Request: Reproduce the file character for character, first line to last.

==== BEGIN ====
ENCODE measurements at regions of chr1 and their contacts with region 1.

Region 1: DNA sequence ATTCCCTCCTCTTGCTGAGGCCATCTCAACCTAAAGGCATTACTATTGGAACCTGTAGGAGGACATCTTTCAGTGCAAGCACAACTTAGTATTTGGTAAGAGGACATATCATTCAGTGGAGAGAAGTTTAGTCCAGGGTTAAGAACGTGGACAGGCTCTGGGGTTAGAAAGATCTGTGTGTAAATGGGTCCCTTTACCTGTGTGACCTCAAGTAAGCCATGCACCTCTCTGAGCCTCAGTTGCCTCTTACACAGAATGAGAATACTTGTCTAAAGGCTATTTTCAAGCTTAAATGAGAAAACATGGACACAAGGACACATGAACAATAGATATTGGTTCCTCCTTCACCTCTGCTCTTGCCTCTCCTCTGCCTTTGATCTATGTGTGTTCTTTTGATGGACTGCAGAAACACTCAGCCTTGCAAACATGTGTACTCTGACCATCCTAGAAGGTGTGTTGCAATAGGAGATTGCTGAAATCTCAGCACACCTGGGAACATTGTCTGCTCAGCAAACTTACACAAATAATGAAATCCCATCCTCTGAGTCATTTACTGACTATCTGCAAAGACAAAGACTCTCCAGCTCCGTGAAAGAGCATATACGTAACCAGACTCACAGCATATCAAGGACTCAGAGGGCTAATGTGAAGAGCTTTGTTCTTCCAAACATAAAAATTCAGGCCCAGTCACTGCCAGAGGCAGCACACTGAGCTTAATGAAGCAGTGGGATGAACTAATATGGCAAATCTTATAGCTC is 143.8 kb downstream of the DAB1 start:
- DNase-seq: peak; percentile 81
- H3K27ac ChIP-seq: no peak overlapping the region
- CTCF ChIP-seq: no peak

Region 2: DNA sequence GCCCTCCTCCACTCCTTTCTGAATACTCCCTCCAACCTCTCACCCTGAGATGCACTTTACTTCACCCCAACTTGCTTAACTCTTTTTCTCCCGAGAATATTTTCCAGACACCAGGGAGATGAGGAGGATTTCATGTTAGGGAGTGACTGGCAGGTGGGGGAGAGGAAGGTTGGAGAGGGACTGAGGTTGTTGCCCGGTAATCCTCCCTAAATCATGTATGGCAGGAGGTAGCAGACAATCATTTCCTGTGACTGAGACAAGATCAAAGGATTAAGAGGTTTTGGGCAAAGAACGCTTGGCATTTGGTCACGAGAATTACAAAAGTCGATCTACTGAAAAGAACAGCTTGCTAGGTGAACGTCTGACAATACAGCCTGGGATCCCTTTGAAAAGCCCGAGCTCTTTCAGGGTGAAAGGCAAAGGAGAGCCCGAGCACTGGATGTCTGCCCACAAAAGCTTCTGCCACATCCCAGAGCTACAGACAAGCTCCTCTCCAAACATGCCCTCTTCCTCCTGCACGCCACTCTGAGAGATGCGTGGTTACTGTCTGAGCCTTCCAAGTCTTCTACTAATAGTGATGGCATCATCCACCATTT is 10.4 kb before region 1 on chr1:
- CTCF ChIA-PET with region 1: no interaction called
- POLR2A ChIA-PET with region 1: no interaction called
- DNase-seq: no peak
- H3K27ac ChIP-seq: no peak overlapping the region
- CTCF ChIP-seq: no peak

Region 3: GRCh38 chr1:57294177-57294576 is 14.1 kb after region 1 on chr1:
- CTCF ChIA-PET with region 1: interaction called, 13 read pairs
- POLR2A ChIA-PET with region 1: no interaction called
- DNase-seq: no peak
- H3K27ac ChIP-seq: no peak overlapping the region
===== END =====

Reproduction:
ENCODE measurements at regions of chr1 and their contacts with region 1.

Region 1: DNA sequence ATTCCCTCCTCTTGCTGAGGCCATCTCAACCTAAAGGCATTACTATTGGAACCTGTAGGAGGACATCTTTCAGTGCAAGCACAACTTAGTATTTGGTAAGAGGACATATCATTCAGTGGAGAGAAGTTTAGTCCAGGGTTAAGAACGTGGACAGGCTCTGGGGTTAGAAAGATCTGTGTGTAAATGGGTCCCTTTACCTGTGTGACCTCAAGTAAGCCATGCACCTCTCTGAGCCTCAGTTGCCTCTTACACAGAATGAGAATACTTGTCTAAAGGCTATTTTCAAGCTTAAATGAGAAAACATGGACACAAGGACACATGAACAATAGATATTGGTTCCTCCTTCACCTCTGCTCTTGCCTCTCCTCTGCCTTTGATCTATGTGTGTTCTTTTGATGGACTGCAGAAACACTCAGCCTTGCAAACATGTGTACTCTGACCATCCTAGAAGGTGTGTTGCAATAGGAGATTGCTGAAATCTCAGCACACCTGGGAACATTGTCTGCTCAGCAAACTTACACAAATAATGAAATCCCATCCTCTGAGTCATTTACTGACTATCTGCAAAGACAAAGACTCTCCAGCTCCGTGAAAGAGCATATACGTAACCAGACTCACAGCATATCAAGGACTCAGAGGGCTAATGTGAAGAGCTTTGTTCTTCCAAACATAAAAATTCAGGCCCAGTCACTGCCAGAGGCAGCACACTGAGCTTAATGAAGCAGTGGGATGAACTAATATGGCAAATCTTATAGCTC is 143.8 kb downstream of the DAB1 start:
- DNase-seq: peak; percentile 81
- H3K27ac ChIP-seq: no peak overlapping the region
- CTCF ChIP-seq: no peak

Region 2: DNA sequence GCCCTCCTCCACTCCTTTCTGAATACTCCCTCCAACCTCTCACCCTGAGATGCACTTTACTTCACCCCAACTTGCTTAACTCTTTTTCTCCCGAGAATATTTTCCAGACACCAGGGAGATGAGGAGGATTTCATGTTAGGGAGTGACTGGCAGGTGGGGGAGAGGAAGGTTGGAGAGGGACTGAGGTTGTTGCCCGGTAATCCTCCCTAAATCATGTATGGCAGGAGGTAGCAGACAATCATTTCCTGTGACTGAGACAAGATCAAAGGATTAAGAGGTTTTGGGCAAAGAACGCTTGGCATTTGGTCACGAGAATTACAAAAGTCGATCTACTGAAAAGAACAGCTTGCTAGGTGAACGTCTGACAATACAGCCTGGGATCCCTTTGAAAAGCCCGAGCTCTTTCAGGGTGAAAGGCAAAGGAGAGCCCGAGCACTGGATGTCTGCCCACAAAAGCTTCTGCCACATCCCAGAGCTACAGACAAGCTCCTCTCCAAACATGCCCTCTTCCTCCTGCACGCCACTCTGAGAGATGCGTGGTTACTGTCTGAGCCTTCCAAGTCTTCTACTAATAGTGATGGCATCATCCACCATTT is 10.4 kb before region 1 on chr1:
- CTCF ChIA-PET with region 1: no interaction called
- POLR2A ChIA-PET with region 1: no interaction called
- DNase-seq: no peak
- H3K27ac ChIP-seq: no peak overlapping the region
- CTCF ChIP-seq: no peak

Region 3: GRCh38 chr1:57294177-57294576 is 14.1 kb after region 1 on chr1:
- CTCF ChIA-PET with region 1: interaction called, 13 read pairs
- POLR2A ChIA-PET with region 1: no interaction called
- DNase-seq: no peak
- H3K27ac ChIP-seq: no peak overlapping the region